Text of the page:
Widespread Externalities and the fCore
 (with Mamoru Kaneko and Myrna Holtz Wooders) “Continuum Economies with Finite Coalitions: Core, Equilibrium and Widespread Externalities,” Journal of Economic Theory 49 (1989), 113–134.
Abstract:
We develop a new model of a continuum economy with coalitions consisting of only finite numbers of agents. The core, called the fcore, is the set of allocations that are stable against improvement by finite coalitions and feasible by trade within finite coalitions. Even with widespread externalities — preferences depend on own consumptions and also on the entire allocation up to the null set — we obtain the result that the fcore coincides with the Walrasian allocations. Without widespread externalities, the fcore, the Aumann core, and the Walrasian allocations all coincide; however, with widespread externalities there is no obvious natural definition of the Aumann core. ScienceDirect link
 “Four Characterizations of Constrained Pareto Efficiency in Continuum Economies with Widespread Externalities,” Japanese Economic Review 46 (1995), 103–124.
Abstract:
In continuum economies, widespread externalities are those over which each individual has negligible control. Nash–Walrasian equilibria with lumpsum transfers are defined, and their existence proved. They are then characterized by the property of “fconstrained Pareto efficiency” for finite coalitions. More general “private good” Nash–Walrasian equilibria are characterized as private good constrained Pareto efficient. Introducing complete Pigou taxes or subsidies leads to equilibria that are characterized by constrained efficiency and fconstrained efficiency for given levels of the widespread externalities. But full efficiency requires resolving the public good problem of determining those aggregate externalities or, equivalently, of setting appropriate Pigou prices. PDF file of preprint
 “History as a Widespread Externality in Some ArrowDebreu Market Games,” in G. Chichilnisky (ed.), Markets, Information and Uncertainty: Essays in Economic Theory in Honor of Kenneth J. Arrow (Cambridge: Cambridge University Press, 1999) ch. 16, pp. 328–361.
Abstract:
Two Arrow–Debreu market games are formulated whose straightforward Nash equilibria are Walrasian. Both have an auctioneer setting prices to maximize net sales value. In the second an additional redistributive agency maximizes welfare through optimal lumpsum transfers. In intertemporal economies, however, subgame imperfections can arise because agents understand how current decisions such as those determining investment influence either future prices (with finitely many agents), or future redistribution (even in continuum economies). The latter observation undermines the second efficiency theorem of welfare economics. Indeed, when the state of the economy affects future policy, it functions like a “widespread externality.” PDF file of preprint
 “On fCore Equivalence in a Continuum Economy with General Widespread Externalities,” Journal of Mathematical Economics 32 (1999), 177–184.
Abstract:
This paper partially extends the fcore equivalence theorem of Hammond, Kaneko and Wooders (1989) for continuum economies with widespread externalities — i.e., those over which each individual has negligible control. Externalities need not result directly from trading activities. Neither free disposal of divisible goods nor monotone preferences are assumed. Instead, a slightly strengthened form of local nonsatiation suffices. However, in general it is proved only that any fcore allocation is a compensated Nash–Walrasian equilibrium. Finally, the proof uses an elementary argument which does not rely on Lyapunov’s theorem or convexity of the integral of a correspondence w.r.t. a nonatomic measure. PDF file of preprint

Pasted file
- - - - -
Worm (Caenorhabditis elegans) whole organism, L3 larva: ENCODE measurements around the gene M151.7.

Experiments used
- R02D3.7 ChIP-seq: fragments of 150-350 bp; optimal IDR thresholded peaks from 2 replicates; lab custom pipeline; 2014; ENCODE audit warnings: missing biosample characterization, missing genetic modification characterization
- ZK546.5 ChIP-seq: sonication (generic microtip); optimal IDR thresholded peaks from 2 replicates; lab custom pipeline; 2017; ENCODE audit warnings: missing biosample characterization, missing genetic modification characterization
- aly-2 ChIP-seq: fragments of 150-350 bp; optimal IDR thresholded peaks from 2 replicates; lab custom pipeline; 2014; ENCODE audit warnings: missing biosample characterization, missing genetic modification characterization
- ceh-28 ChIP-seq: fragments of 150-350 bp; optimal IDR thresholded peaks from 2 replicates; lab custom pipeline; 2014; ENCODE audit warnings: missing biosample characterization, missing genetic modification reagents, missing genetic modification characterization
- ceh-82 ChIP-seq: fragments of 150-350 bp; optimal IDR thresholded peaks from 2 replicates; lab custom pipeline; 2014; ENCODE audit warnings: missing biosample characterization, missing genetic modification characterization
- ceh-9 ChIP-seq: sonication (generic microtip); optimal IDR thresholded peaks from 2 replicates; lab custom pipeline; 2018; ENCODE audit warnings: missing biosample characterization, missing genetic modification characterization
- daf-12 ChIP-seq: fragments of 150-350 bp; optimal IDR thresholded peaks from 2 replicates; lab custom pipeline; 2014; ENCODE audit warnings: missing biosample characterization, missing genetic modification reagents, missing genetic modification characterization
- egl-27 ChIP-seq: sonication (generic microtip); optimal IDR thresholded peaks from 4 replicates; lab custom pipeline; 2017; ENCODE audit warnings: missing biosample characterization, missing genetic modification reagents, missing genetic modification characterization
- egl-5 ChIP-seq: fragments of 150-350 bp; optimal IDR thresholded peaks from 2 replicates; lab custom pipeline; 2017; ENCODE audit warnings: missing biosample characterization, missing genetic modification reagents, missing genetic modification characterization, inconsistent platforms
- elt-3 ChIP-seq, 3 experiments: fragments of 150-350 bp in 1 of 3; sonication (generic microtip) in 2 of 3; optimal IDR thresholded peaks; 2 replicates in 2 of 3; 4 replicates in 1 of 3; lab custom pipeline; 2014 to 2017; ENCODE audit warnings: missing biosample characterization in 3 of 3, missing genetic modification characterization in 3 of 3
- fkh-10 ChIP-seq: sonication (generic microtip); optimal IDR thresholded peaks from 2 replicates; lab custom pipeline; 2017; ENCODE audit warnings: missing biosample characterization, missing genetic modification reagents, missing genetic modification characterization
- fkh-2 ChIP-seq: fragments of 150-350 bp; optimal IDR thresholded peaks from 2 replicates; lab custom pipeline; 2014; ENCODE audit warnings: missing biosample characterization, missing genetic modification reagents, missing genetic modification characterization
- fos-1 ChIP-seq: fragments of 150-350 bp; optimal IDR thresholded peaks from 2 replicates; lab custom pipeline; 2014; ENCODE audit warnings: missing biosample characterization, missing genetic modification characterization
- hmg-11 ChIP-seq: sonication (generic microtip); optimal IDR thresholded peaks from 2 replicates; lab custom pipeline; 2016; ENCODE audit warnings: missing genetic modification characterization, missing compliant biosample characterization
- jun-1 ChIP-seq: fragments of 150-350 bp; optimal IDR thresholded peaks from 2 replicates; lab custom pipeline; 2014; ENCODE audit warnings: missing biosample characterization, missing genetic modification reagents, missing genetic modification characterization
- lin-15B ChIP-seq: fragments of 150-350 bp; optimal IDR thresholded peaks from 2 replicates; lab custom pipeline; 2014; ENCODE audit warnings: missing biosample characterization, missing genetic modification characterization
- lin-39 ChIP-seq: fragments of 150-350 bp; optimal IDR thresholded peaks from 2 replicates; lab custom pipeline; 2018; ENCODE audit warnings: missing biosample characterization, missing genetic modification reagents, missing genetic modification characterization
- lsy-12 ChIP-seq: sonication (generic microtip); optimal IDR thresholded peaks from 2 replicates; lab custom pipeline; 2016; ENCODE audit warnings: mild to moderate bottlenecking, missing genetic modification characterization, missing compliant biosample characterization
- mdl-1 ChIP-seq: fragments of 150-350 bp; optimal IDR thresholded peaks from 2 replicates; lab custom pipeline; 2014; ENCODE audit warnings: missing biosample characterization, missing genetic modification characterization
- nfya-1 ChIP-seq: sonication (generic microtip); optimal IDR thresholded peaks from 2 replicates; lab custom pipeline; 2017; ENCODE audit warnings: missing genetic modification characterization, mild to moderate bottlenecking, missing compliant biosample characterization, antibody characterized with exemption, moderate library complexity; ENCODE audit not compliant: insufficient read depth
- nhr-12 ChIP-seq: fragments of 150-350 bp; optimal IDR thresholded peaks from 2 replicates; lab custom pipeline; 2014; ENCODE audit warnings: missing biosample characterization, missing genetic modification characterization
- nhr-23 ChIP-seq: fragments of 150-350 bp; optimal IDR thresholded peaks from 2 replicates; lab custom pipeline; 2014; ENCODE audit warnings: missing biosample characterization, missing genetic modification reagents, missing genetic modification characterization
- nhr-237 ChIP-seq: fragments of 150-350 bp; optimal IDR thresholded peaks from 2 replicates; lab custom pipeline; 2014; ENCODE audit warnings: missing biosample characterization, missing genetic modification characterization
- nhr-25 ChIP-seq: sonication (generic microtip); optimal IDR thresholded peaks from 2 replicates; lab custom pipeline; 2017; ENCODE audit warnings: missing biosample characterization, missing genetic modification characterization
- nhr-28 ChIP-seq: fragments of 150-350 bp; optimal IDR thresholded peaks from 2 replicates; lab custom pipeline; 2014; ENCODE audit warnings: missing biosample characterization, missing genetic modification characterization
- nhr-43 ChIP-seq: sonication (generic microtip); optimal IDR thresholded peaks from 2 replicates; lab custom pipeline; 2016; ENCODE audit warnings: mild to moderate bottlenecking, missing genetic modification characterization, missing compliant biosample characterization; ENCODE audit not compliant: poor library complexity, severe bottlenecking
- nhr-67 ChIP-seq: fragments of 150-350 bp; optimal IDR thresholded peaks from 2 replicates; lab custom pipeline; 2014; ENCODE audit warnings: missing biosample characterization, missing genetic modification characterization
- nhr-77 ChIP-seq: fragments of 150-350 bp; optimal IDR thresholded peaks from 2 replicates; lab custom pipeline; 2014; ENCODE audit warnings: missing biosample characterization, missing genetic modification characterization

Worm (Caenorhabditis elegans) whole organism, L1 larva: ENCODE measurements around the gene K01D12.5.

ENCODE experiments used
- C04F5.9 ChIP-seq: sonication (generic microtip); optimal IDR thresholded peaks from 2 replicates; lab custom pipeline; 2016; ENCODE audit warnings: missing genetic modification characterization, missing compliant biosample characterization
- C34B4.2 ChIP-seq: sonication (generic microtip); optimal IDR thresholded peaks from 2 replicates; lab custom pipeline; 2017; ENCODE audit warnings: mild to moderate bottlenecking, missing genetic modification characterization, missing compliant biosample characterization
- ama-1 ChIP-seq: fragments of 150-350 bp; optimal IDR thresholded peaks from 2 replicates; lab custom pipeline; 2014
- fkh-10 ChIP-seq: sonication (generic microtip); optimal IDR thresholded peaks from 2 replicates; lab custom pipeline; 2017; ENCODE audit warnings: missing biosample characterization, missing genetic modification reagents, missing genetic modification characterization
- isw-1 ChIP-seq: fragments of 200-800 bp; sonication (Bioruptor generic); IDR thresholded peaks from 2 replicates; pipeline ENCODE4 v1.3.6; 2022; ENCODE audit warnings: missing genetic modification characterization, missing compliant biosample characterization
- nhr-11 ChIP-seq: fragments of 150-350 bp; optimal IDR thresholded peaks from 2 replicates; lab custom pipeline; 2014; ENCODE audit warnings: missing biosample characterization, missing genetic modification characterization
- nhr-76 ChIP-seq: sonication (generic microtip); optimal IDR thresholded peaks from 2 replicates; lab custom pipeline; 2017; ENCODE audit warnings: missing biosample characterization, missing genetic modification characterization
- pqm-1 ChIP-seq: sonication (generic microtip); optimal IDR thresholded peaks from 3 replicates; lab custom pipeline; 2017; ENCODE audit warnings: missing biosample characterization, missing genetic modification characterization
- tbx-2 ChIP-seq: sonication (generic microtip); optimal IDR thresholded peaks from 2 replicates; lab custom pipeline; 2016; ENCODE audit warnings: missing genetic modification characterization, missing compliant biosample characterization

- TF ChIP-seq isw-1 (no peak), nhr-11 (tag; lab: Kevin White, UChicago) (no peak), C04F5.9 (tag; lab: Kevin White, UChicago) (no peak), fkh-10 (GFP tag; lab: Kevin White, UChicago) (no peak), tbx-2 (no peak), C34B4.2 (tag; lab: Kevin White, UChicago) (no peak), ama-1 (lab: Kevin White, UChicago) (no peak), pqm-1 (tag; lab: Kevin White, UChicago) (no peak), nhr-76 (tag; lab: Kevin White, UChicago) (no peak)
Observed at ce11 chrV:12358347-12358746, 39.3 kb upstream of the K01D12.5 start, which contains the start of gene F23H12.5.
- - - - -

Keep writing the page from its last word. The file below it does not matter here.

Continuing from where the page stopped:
“History: Sunk Cost or Widespread Externality?” second Arcelli Lecture at the University of Piacenza, April 2007; Warwick Economic Research Paper, no. 808; to appear in Rivista Internazionale di Scienze Sociali (2007), n. 2, 161–185.
Abstract:
In an intertemporal Arrow–Debreu economy with a continuum of agents, suppose that the auctioneer sets prices while the government institutes optimal lumpsum transfers period by period. An earlier paper showed how subgame imperfections arise because agents understand how their current decisions such as those determining investment will inuence future lumpsum transfers. This observation undermines the second effciency theorem of welfare economics and makes "history" a widespread externality. A twoperiod model is used to investigate the constrained efficiency properties of different kinds of equilibrium. Possibilities for remedial policy are also discussed. PDF file of preprint

“The Power of Small Coalitions in Large Economies,” Stanford University, Institute of Mathematical Studies in the Social Sciences, Economics Technical Report No. 501; to appear in M.O.L. Bacharach, M.A.H. Dempster and J.L. Enos (eds.) Mathematical Models in Economics: Oxford University Mathematical Economic Seminar 25th Anniversary Volume (Oxford: Oxford University Press — in press).
Abstract:
As long as coalitions eventually become large, the Debreu–Scarf limit theorem for the core holds even if coalitions are restricted in size so that their proportion of agents shrinks to zero as the economy becomes infinitely large. Corresponding results hold for nonreplica economies. In a limiting continuum economy, the core equivalence theorem holds even if there must be a “measureconsistent” partition of a coalition into selfsufficient subcoalitions each with a finite number of agents. These results help relate standard results to those presented in collaboration with Kaneko and Wooders concerning finite coalitions in continuum economies.